As with most famous tourist attractions, the earlier you are there the better. It will be less crowded and less stressful. Over recent years, White Temple Chiang Rai has increased in popularity and continues to do so.
When we arrived there early, even before it opened, around 7 am, there were a lot of people already there. We were so shocked! We wanted to try get a picture there on our own, so did everyone else it seems.
It was quite misty and cloudy when we first arrived, however, later in the day the sun broke through the clouds and shone on the White Temple, making it look 10 times better. So do not worry if you arrive early and it is a bit misty.
The White Temple entrance fee
To enter the White Temple it costs 50 TBH. To make things easier, try to have small change, especially arriving early as they might not have a lot of change to give back.
The White Temple exterior
As mentioned before, the pearly white colour is the instantly eye catching. However, what makes the White Temple even more exclusive, is that there is glass within the structure. This makes for a sparkling viewing when the sun hits it, reflecting the rays and glowing magnificently.
The white colour is said to symbolise the purity of Buddha whilst the integrated glass is to symbolise the wisdom and the Buddhist teachings, known as the Dhamma.
Outside the temple are various Buddhist figures and sculptures. The detail in each of them is quite impressive and we had fun coming across different ones.
The grand toilets
To date, the White Temple’s toilets are the best toilets we have ever seen. Seems a funny thing to say right?? But just look at how extravagant they are. I mean, if there’s ever a place to excrete your load, it’s here.
Perhaps the most impressive of all, for us, was the bridge leading up to the entrance of the main temple. As you walk along the bridge you are surrounded by a swamp of arms and hands, reaching up to you almost pleading for help or trying to suck you in. Some are even holding offering bowls.
The White Temple interior
Cameras are not allowed, so we followed the rules and were respectful. We’re not going to give you too much detail about the inside as it’s nice to have an element of surprise.
What you can expect is elaborate bright art, featuring dragons and Buddhist figures.
For us, the outside of the temple and its surrounding structures were more impressive, but each to their own. In our opinion, it is the most impressive and unique temple we have visited during our stay in Thailand.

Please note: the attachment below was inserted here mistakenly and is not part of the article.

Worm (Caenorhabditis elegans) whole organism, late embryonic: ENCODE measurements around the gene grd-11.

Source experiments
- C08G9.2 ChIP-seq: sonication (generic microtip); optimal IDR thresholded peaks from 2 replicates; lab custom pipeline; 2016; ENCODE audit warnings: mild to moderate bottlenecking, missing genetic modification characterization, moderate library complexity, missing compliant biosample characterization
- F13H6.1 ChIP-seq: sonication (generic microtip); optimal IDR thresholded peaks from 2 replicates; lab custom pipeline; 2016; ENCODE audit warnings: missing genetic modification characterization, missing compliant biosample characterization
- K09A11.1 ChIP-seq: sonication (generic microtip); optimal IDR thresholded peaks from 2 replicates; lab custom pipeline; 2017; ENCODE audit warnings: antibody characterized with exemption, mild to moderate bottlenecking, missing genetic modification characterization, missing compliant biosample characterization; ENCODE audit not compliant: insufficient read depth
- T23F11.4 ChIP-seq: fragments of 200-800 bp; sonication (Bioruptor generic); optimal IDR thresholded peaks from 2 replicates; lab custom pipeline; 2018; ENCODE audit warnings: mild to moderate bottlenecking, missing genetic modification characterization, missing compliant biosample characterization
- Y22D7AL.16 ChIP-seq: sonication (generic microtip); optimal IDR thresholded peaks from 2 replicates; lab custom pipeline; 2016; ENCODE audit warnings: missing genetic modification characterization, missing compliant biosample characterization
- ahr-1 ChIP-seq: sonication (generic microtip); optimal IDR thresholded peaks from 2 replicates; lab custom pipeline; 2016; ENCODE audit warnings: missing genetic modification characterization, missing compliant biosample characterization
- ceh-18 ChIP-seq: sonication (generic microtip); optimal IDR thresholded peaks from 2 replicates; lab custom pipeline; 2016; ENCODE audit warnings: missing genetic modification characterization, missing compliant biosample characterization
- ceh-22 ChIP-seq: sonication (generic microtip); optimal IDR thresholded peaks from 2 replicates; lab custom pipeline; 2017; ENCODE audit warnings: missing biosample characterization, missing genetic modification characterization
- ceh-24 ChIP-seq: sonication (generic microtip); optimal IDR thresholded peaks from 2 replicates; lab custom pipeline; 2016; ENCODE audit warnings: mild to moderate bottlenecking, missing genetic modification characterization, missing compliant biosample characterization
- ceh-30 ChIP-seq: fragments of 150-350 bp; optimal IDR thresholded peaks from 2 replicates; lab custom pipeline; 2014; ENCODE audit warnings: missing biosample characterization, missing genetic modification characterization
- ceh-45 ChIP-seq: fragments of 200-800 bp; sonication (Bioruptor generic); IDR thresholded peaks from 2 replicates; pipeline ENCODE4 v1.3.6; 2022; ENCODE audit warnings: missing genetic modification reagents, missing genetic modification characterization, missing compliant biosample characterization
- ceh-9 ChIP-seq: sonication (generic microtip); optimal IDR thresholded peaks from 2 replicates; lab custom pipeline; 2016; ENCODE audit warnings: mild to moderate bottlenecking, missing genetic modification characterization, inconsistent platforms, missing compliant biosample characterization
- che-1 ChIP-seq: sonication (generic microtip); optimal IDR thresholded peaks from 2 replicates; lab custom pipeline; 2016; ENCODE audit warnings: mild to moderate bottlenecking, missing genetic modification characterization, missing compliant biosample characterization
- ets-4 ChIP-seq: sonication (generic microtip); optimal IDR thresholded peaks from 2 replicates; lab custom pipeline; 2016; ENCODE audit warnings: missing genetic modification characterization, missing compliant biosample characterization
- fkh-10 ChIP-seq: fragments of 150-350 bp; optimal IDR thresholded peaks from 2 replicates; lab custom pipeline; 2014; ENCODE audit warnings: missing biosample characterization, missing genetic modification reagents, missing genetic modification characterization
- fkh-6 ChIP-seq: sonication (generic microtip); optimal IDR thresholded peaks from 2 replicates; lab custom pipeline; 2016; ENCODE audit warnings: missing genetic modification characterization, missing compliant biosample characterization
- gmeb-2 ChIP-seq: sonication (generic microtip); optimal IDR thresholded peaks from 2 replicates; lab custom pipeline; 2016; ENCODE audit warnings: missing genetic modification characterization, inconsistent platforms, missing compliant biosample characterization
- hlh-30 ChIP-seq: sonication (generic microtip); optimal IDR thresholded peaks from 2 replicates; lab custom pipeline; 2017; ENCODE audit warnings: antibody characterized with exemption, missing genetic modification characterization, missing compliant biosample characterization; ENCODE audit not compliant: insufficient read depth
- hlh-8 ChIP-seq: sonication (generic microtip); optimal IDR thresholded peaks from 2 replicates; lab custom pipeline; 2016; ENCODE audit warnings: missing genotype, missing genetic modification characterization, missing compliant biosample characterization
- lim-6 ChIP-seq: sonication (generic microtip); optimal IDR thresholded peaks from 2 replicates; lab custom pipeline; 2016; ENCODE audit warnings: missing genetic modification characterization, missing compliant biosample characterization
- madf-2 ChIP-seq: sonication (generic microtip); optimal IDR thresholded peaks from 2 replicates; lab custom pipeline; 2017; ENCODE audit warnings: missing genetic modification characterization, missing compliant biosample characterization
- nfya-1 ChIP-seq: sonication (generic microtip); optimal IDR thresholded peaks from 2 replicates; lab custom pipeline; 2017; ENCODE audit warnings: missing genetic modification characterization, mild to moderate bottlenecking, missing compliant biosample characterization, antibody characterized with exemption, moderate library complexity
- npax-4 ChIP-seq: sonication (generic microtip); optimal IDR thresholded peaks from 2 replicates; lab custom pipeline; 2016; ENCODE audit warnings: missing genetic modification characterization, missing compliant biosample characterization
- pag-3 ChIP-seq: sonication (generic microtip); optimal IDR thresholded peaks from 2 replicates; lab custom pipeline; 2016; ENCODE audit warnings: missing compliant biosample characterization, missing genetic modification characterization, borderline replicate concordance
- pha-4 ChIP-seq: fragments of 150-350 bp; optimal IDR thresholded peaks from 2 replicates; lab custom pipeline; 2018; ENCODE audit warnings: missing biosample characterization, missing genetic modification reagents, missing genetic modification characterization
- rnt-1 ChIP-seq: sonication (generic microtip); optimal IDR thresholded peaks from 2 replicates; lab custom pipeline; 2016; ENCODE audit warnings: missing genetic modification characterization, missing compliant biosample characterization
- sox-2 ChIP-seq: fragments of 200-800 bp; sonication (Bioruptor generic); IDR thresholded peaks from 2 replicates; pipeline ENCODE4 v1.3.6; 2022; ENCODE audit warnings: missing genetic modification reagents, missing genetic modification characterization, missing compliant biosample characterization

Others places to visit in Chiang Rai
Visit the Blue Temple / Wat Rong Seur Ten
Another temple that is not to be missed is the Blue Temple, also known as ‘Wat Rong Seur Ten’. With a blue pearly finish, it continues to the tradition of the White Temple by being more contemporary in design.
Visit The Black House Museum / The Baan Dam Museum
One of Thailand’s most weird and interesting places to visit. Created by Thai contemporary artist Thawan Duchanee, the Black House Museum has a multitude of quirky, modern buildings blended in with traditional Northern Thai buildings.
Watch the Clock Tower Light Show
On first impressions, the Clock Tower doesn’t seem that significant. Fast forward to night time, and the Clock Tower comes alive. Watch in awe as the Clock Tower lights up and shows off all its colours to the rhythm of music.
To be honest, we were personally underwhelmed, but hey, it’s something to see and it’s better than being inside scrolling the Facebook feed.
The Clock Tower lights up at 7 pm, 8 pm and 9 pm every night.
Hug fur balls at CAT ‘n’ CUP Cat Café
Are you a cat lover? Snuggle up with cats whilst you sip on coffee and eat a slice of cake. This was the first time we visited a cat café and we enjoyed ourselves. The place is clean and the cats are really friendly. One even had a nap in our hat! Cat in a Hat.
Where to stay in Chiang Rai
We personally stayed in Ann Hostel for 2 nights had little complaints. It was just used for a bed, a hot shower and Wi-Fi, nothing spectacular and it was cheap. They have some decent rooms for couples like us.
Grand Vista Hotel Chiang Rai – Featuring a restaurant, a bar, outdoor swimming pool, air conditioning, 24/h front desk and free parking, you could not ask for any more. This is one of the top hotels in Chiang Rai.
Baan Nukanong Guesthouse – A little more luxurious than Ann Hostel, where we stayed, it features double rooms including your own fridge and most importantly, air conditioning.
Mercy Hostel – Probably the most well-known hostel in Chiang Rai, situated right in the middle of the city. It is the perfect place to meet other backpackers whilst you have a game of pool in their games and lounge area. There’s a mix of dorm rooms for both male & females, as well as private rooms.
- Pack your own sarong to cover up just in case
- Arrive early, the White Temple gets VERY busy
- Need a taxi? Use the Grab app for a fair price and hassle-free booking
Spending more time in Thailand? Have a look at our Thailand blogs